|Publication number||US7956861 B2|
|Application number||US 11/890,003|
|Publication date||Jun 7, 2011|
|Filing date||Aug 4, 2007|
|Priority date||Aug 4, 2007|
|Also published as||US20090033678, WO2009020532A2, WO2009020532A3|
|Publication number||11890003, 890003, US 7956861 B2, US 7956861B2, US-B2-7956861, US7956861 B2, US7956861B2|
|Inventors||Robert M. Case|
|Original Assignee||Romse Tech Research, L.L.C.|
|Export Citation||BiBTeX, EndNote, RefMan|
|Patent Citations (11), Non-Patent Citations (4), Referenced by (1), Classifications (5), Legal Events (3)|
|External Links: USPTO, USPTO Assignment, Espacenet|
1. Technical Field
The claimed subject matter relates generally to raster images and, more specifically, to a method for converting vector elements to monochrome raster elements.
2. Description of the Related Art
Mathematically-defined vectors have proven to be an efficient method for digitally reproducing human drawings and symbols. Vectors representing points and straight and curved lines presently are used to depict nearly any imaginable shape, including fonts.
Rendering vectors using a personal computing device often has necessitated the conversion of these vector representations to raster representations. With the exception of plotters, a digital device's output displays in raster form, either on a monitor screen or on a printer.
The most common method of converting a vector input to a raster output is to project the vector on to a monochrome raster grid and to turn on those grid pixels touched by the vector. This method causes output pixels to touch at both the sides and at the corners. As a result, diagonal and curved lines often exhibit an unwanted artifact: a stair-step pattern known as aliasing. Especially at low raster resolutions, this jagged representation becomes objectionable when compared to horizontal and vertical lines that do not exhibit the artifact.
A number of “work-a-rounds” have been developed to reduce the visual impact of this aliasing, most notably the technologies of “hinting” and “anti liasing.” Hinting is associated with vector fonts and is an additional instruction set included in font metrics to designate certain raster pixels at low resolutions to best represent the particular font. Anti-aliasing is a method that replaces the monochrome raster with a multi-bit pixel-depth raster that displays grayscale. Shades of gray are used to smooth the abasing stair-step pattern. Both require increases in instruction storage and execution time.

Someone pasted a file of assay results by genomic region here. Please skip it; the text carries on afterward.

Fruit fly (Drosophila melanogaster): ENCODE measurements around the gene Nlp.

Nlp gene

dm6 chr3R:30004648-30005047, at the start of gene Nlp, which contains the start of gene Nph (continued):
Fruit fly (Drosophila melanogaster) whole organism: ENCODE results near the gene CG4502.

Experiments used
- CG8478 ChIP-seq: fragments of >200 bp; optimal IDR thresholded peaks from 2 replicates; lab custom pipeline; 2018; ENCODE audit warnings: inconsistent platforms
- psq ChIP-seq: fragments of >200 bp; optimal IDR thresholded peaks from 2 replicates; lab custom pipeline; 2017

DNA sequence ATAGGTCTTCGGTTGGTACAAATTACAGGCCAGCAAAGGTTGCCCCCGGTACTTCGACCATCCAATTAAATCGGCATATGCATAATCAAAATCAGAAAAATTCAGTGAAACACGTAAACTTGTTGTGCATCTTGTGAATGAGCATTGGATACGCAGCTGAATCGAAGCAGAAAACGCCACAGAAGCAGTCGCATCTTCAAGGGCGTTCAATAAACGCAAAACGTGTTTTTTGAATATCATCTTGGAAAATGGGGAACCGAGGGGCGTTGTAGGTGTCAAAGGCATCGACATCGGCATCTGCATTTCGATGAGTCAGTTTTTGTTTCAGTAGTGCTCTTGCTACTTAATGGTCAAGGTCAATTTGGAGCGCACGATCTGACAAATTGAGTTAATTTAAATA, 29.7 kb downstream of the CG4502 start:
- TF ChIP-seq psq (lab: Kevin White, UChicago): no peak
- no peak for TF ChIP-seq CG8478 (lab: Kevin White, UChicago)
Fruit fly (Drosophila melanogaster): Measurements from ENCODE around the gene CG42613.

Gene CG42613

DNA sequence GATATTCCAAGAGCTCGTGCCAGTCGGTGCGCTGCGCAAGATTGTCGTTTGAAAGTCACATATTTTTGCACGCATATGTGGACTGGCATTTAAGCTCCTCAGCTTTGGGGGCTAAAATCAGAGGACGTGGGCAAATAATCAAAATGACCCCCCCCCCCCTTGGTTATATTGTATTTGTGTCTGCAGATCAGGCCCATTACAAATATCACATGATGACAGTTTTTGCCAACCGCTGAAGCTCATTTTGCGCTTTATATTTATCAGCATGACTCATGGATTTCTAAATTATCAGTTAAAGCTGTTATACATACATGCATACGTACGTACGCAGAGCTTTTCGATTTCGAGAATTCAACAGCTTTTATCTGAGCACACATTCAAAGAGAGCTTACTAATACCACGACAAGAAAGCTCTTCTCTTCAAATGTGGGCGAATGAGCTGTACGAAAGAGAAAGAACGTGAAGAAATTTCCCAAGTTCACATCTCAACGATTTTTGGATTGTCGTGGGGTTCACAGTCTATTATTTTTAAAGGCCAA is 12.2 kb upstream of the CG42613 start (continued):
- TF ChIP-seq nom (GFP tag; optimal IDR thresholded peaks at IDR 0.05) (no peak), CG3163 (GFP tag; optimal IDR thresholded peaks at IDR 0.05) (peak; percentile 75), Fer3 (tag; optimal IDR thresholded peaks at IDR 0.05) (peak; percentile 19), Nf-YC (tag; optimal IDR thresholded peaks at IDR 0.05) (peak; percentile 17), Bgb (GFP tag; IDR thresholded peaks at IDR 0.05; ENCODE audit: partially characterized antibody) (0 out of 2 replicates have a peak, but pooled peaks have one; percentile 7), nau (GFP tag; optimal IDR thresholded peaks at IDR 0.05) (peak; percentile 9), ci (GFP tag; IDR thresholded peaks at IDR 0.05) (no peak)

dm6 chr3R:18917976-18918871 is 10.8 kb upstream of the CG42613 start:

In U.S. Pat. No. 6,002,493, “Method for reproducing an image,” Case demonstrates a way to convert a multi-bit pixel-depth raster to a monochrome raster. His patent describes the use of a temporary raster image in a checkerboard pattern between the input and output stages. The monochrome checkerboard pattern exhibits a smooth gray when viewed from a suitable distance. Case depicts areas of the input image darker than checkerboard gray by turning to black only the white checkerboard pixels in the corresponding area of the output raster image. Areas of the input image lighter than checkerboard gray are depicted by turning to white only the black checkerboard pixels in the corresponding area of the output raster image. Although Case uses a checkerboard, no mention is made of vector to raster conversion.
In U.S. Pat. No. 5,589,851, “Multi-level to bi-level raster shape converter,” Valdez and Martinez demonstrate a vector to monochrome raster conversion that uses a multi-bit pixel-depth raster image between the input and output stages. They recognize the problem of output pixels touching at the sides and recommend an output checkerboard pattern, but do not teach how to ensure that desired output is always achieved. In their
Provided is a method for converting vector lines into a raster image, by first assigning each pixel of a plurality of pixels corresponding to a first raster image to either a first set of pixels or a second set of pixels to produce a checkerboard pattern of first and second set pixels; then overlaying a grid of angled lines over the checkerboard such that each of the first set of pixels are enclosed within diamond-shaped blocks created by the angled lines and each of the second set of pixels are traversed by the angled lines; then projecting a vector line corresponding to a vector-based image onto the checkerboard and the grid; and, finally, producing an output raster image by activating each pixel from the first set of pixels that is enclosed by a diamond-shaped block traversed by the projected vector line.